Wednesday, November 19, 2014

Strange deaths of some French composers

Odilon Redon: "À Edgar Poe" (1882)
The Baroque composer Jean-Baptiste Lully (collaborator with Molière, court composer of Louis XIV, the Sun King) died of gangrene. In those days—the late 17th century—before the development of the modern symphony orchestra, large ensembles kept time not under a conductor's baton, but rather by having someone stamp out the beat with a large staff to the side. Lully had been doing exactly this when he struck his foot so hard it apparently bled, got infected, and killed him. (Lully had declined to have it amputated.) He was 54.

For a long time, it was believed that Charles-Valentin Alkan (a composer and piano virtuoso of the same generation as Chopin and Liszt) died when he accidentally brought a bookcase down on himself as he reached for a Talmud on the very top shelf. However, this seems to be apocryphal: apparently it may have been an umbrella stand, not a bookcase, that was found on top of his body. He was 75.

Ernest Chausson—student of Franck, friend of the symbolist painter Odilon Redon—died when his bicycle collided with a brick wall at the bottom of a hill. There is not much more to say about the matter. He was 44.

All three are worth listening to, but it's Chausson's premature death that strikes me as the worst loss for music. Here's his arresting, yearning Poème, op. 25, for violin and piano:


Friday, November 14, 2014

Commonplace book: Mermaids singing

William-Adolphe Bouguereau. Nymphs Bathing. Oil on canvas.
57 x 82 ½ in. c. 1878. Haggin Museum, Stockton, CA
The trope of mermaids—well, something like mermaids—is an old one, going back in some form all the way to Homer. But it's hard to judge what is and isn't a mermaid. Are the Sirens mermaids? Certainly they have some kind of relationship with mermaids. Are the friendly Nereids mermaids? Are Sirens like Nereids? It's a confusing issue. What does seem clear is that, by the 20th century, to invoke mermaids seems to draw on a wide range of myths and legends, so that when Eliot invokes the "mermaids singing," it calls to mind a range of topoi far beyond the Donne poem that Wimsatt and Beardsley cite in their famous essay. Indeed, given what they're trying to argue, picking on the mermaid line in "Prufrock" may have been the worst possible evidence.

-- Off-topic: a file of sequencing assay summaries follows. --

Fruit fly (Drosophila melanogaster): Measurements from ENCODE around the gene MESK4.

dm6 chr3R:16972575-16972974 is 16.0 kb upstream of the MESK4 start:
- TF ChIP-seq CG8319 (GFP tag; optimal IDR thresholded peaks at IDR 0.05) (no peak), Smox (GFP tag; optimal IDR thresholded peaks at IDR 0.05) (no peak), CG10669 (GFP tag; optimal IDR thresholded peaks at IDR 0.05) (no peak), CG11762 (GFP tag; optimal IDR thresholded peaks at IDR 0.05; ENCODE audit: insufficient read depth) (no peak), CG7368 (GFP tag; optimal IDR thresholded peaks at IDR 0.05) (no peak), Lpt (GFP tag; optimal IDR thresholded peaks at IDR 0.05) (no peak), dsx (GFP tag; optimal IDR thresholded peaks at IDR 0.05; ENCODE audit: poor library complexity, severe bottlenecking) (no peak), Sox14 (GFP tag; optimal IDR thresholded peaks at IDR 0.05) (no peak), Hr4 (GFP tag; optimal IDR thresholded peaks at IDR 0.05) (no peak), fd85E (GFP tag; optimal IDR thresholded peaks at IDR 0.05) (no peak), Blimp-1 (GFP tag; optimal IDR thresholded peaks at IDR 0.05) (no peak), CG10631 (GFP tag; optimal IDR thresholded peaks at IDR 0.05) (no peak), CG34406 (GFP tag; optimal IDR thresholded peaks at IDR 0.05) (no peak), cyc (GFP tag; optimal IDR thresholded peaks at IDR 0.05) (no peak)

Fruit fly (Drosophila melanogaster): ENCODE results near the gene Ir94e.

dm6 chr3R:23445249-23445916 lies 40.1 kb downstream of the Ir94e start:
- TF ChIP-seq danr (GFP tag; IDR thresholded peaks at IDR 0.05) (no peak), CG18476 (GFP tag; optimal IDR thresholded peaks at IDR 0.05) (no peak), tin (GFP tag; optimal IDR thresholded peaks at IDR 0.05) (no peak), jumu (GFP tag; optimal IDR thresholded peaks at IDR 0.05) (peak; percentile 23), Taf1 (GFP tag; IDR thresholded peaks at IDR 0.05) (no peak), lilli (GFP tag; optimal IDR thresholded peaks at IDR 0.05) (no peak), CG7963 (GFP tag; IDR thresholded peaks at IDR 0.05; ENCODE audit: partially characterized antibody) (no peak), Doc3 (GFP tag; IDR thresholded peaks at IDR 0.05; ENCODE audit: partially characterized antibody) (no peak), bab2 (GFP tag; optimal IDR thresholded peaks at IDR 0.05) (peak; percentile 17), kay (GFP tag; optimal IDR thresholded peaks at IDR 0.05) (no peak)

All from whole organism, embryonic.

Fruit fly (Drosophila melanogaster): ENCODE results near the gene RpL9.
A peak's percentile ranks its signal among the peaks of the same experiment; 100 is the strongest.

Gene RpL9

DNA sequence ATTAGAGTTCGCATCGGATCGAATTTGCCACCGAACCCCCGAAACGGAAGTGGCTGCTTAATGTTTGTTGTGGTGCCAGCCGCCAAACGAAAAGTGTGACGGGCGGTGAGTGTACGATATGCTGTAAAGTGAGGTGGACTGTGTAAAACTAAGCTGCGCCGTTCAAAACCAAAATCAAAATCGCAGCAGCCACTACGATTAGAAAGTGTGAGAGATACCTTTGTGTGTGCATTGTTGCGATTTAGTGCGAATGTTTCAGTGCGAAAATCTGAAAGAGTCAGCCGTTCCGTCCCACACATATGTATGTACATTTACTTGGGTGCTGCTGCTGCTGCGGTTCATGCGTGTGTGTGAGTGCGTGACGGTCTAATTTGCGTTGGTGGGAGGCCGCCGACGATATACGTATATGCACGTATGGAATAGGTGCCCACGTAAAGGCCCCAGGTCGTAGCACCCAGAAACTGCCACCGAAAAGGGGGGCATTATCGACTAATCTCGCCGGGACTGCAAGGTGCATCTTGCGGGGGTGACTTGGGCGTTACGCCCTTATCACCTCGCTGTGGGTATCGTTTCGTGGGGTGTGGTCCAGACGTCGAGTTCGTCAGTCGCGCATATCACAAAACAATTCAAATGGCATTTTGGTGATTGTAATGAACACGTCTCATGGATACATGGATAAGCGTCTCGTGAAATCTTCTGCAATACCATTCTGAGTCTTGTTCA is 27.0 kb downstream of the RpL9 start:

Tuesday, November 11, 2014

A Song for the Century

Ypres, Flanders, Belgium.
Exiled Thucydides knew
All that a speech can say
About Democracy,
And what dictators do,
The elderly rubbish they speak
To an apathetic grave;
The habit-forming pain,
Mismanagement and grief:
We must suffer them all again.
—W.H. Auden, "September 1, 1939" 
I don't know why Remembrance Day has affected me so much more this year than the past two years I've lived in Britain, or the many Veterans' Days before in the U.S. The omnipresent poppies have something to do with it, and with the difference between the two countries. In America, it's only the most mindful who really observe the day—the veterans, their families, the pious, patriotic, and civically engaged. In Britain, the poppies (such publicly crimson tokens) are everywhere: on lapels, on vehicles, in shops. There is a way to show remembrance together—not necessarily or merely of the nation, but of war itself. America has no such way. The closest you could come would be a flag pin, which says something different.

Friday, November 7, 2014

Some November 7ths

Élisabeth Vigée-Lebrun. Madame de Staël en Corinne.
1809. Oil on canvas, 140 x 118 cm. Musée d'Art et
d'Histoire, Geneva .(Wikipedia.)
Today, November 7th—an ordinary day, like any other—I thought it would be fun to look back at a few other "ordinary" November 7ths as seen through the letters and diaries of a few famous writers. Read on for Samuel Pepys's art-buying habits; a glimpse of Madame de Staël's passionate love affairs; Dorothy Wordsworth tending her sick brother William; and Virginia Woolf plotting the early stages of The Waves...

Monday, November 3, 2014

Audio Interview Special!: Noam Hassenfeld of Three Thousand Rivers

Brooklyn band Three Thousand Rivers: (left to right) Warren
Loegering (bass), Jack Cashion (saxophone), Noam Hassenfeld
(guitar, vocals), Nick Demirjian (drums), Joshua Lutz (guitar)

Today we have a new kind of thing for Loose Signatures: audio! Listen to my interview with Noam Hassenfeld, singer/songwriter of the awesome up-and-coming Brooklyn band Three Thousand Rivers, on their new EP, Like a What?—with painstaking audio editing by, well, me.

This originally aired on the Breakfast Show of Oxide Radio, Oxford University's student radio station, which I now host/present most Saturday mornings during Oxford terms from 10 a.m. to 12 noon GMT, and you can listen to online (and only online) at oxideradio.co.uk.

Also, you can check out Like a What? in full on iTunes, Bandcamp, and SoundCloud—and see the band's website, 3000rivers.com. I highly recommend that you start listening to TTR with their song "A Still, Small Voice" (and defy you not to keep coming back for more). Listen to the interview through SoundCloud below: